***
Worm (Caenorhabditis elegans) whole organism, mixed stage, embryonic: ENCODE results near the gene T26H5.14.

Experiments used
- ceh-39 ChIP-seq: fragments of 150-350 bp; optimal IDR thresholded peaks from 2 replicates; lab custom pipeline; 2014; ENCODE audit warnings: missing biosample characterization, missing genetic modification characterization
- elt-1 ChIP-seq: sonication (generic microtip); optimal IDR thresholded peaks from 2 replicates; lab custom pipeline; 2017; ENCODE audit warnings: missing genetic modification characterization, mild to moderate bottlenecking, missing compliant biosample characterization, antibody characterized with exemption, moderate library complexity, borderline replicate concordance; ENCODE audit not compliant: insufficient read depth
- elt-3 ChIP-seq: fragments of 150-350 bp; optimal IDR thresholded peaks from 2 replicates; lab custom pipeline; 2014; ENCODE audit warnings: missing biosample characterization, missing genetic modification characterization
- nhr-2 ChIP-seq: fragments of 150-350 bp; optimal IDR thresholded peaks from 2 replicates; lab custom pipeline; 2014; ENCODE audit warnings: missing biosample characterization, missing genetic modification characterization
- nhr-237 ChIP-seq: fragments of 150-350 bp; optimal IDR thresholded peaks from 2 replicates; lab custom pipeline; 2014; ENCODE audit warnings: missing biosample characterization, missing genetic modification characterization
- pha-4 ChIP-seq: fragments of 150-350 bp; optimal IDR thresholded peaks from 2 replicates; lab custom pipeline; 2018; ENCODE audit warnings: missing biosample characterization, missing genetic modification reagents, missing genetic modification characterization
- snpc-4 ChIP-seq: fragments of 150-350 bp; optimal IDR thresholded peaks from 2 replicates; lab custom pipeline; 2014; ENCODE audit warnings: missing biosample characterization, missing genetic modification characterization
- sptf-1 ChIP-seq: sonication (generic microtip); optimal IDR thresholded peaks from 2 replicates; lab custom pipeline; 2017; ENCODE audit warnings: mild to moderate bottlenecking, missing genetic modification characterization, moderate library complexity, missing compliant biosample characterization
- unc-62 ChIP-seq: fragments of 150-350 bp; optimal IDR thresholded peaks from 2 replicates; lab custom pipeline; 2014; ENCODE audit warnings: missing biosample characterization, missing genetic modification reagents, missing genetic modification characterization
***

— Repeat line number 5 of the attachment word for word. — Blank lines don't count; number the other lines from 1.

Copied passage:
- elt-3 ChIP-seq: fragments of 150-350 bp; optimal IDR thresholded peaks from 2 replicates; lab custom pipeline; 2014; ENCODE audit warnings: missing biosample characterization, missing genetic modification characterization